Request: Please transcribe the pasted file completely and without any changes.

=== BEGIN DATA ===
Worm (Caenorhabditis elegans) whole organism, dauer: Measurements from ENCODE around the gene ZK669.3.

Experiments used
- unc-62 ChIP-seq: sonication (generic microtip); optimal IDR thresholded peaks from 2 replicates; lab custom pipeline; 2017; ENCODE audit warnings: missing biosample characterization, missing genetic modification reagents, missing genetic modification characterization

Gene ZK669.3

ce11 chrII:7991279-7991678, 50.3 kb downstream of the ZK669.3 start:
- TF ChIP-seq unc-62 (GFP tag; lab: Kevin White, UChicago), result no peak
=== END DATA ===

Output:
Worm (Caenorhabditis elegans) whole organism, dauer: Measurements from ENCODE around the gene ZK669.3.

Experiments used
- unc-62 ChIP-seq: sonication (generic microtip); optimal IDR thresholded peaks from 2 replicates; lab custom pipeline; 2017; ENCODE audit warnings: missing biosample characterization, missing genetic modification reagents, missing genetic modification characterization

Gene ZK669.3

ce11 chrII:7991279-7991678, 50.3 kb downstream of the ZK669.3 start:
- TF ChIP-seq unc-62 (GFP tag; lab: Kevin White, UChicago), result no peak